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In Wake Of Turkey Coal Mine Explosion, Anger Turns On Prime Minister


From NPR News, this is ALL THINGS CONSIDERED. I'm Audie Cornish.


And I'm Melissa Block.


Protests broke out today in Istanbul, Ankara and in the western Turkish town of Soma, a day after an explosion and fire at a coal mine there killed at least 274 miners. Many more remain unaccounted for.

BLOCK: It's the worst mining disaster in Turkey's history. Angry family members have gathered at the mine and at the local hospital. In Soma, protestors threw rocks at the police and blamed Turkish Prime Minister Recep Tayyip Erdogan, calling him a thief and a murderer.

Earlier, I reached New York Times reporter Sebnem Arsu, at the Soma mine. I asked her whether she was still seeing any injured miners being brought out alive.

SEBNEM ARSU: No, no. That stage they say has been long left behind. And right now, actually, they're talking about really disturbing looks of the dead bodies that they've removed from the mines. The bodies of the dead were mostly exposed to poisonous gas like carbon monoxide in the early hours of the rescue operation. Whereas now, the miners are talking about bodies being entirely burned or bloated because of the poisonous gas that they've inhaled before dying.

BLOCK: Have you been able to talk to any of the family members who've gathered there at the mine, desperate to find out information?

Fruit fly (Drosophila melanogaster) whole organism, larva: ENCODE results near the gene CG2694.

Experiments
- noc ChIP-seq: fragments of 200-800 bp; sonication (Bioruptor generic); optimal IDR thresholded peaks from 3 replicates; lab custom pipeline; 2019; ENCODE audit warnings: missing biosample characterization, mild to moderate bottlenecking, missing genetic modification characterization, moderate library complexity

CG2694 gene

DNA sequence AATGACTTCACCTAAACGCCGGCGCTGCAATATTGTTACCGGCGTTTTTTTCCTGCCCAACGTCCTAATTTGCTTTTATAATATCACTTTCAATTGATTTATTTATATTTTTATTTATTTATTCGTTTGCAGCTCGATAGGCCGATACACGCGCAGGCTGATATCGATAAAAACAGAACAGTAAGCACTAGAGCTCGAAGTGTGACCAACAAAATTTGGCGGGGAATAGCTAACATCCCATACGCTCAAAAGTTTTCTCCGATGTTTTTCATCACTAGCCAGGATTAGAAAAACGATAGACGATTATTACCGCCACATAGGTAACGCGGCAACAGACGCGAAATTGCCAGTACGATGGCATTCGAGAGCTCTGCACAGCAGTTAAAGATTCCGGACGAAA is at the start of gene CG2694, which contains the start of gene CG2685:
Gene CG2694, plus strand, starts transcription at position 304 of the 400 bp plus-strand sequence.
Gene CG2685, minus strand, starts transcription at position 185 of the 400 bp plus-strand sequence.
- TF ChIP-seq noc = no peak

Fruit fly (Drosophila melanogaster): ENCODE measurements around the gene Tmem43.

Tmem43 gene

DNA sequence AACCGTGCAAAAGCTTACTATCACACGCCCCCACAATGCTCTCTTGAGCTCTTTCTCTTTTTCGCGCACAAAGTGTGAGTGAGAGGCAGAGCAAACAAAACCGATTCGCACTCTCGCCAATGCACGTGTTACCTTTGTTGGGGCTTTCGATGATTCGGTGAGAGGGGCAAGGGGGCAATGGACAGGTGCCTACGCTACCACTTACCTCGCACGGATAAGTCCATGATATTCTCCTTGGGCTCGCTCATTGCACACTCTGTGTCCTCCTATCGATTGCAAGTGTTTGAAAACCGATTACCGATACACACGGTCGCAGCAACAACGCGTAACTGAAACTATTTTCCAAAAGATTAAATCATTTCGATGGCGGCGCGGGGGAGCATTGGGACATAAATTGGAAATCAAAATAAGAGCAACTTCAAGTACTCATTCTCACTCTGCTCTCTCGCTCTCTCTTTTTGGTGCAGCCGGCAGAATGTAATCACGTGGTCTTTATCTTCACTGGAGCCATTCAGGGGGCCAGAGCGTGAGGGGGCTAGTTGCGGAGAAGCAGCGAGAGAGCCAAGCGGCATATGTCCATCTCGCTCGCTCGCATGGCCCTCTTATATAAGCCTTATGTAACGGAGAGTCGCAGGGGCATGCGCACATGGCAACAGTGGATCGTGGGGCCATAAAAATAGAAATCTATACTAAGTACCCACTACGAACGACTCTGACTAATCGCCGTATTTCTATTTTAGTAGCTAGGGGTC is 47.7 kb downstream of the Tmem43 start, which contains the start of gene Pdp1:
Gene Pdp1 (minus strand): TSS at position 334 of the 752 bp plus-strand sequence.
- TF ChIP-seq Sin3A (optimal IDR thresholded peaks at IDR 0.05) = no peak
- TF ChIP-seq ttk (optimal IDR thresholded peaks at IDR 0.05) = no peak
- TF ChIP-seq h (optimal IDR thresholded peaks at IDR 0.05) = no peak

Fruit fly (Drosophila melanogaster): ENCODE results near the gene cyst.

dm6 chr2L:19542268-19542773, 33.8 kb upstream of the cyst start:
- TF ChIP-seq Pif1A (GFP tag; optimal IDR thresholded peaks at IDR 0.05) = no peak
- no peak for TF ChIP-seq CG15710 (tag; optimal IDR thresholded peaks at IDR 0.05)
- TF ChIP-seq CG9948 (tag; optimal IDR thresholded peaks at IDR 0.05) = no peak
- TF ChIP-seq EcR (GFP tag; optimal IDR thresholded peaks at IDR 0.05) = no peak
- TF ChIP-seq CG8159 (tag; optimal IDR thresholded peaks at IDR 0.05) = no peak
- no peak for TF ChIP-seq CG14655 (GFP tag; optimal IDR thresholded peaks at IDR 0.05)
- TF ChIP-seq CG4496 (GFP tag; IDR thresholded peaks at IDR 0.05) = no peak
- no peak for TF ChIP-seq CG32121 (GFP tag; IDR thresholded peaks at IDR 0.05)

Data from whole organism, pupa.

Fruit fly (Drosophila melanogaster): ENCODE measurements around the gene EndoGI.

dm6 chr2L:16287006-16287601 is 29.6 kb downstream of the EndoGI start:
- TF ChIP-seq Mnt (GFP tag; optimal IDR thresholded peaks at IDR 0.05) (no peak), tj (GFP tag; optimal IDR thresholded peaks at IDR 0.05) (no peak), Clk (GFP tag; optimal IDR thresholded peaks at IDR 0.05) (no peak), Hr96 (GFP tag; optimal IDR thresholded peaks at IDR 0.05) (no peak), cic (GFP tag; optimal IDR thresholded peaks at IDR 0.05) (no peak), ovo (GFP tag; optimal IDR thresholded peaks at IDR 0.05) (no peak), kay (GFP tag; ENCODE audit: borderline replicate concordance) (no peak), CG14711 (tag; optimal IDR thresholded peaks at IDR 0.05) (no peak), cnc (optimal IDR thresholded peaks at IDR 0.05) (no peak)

ARSU: Yeah. They're really frustrated. They're very quiet, though. Sometimes, of course, the tension rises and you see occasional protests when officials come to visit the site. Although, we've seen a larger protest in Soma town center, which is about 30 kilometers away from the site of the actual mine. I spoke to an old lady who was expecting some news on her 25-year-old niece who was also trapped inside along with others. And she was saying that her entire family had done mining work. They have never seen such a disaster and all she needed was some health information from officials but that never came. And also she was upset that when prime minister visited the site the rescue operation was halted during his visit - which meant that the bodies were not taken out.

BLOCK: Prime Minister Erdogan did promise a thorough investigation into the disaster. But at same time, he seemed pretty dismissive. He said explosions like these happen all the time. He rattled off other mining disasters from all over the world, all through history. What do you make of his response to this?

ARSU: It's really, that tone in Mr. Erdogan's statement does not really match the atmosphere and the feeling here. Some people say that there would be some political repercussions of this explosion when only 20 days ago, the opposition party had applied to the parliament asking a parliamentary commission to be established to investigate how safe the conditions at coal mines in this region, including Soma coal mine. And that also has been dismissed by the governing party. That is very upsetting for many people.

BLOCK: What are you seeing right now? I hear a lot of commotion behind you. What's going on?

ARSU: There are a lot of miners, there are a lot of families who would refuse to leave the site before the bodies are delivered to them. There are also a large number of rescue workers, wearing hard hats and miners outfitted completely soaked in blood and dirt. Their faces are dirty in their eyes look very tired and red because of another sleepless night that is ahead of them.

BLOCK: I've been talking with Sebnem Arsu. She's reporting for The New York Times from Soma in Turkey, the site of the coal mine explosion. Sebnem, thanks so much.

ARSU: You're welcome. Transcript provided by NPR, Copyright NPR.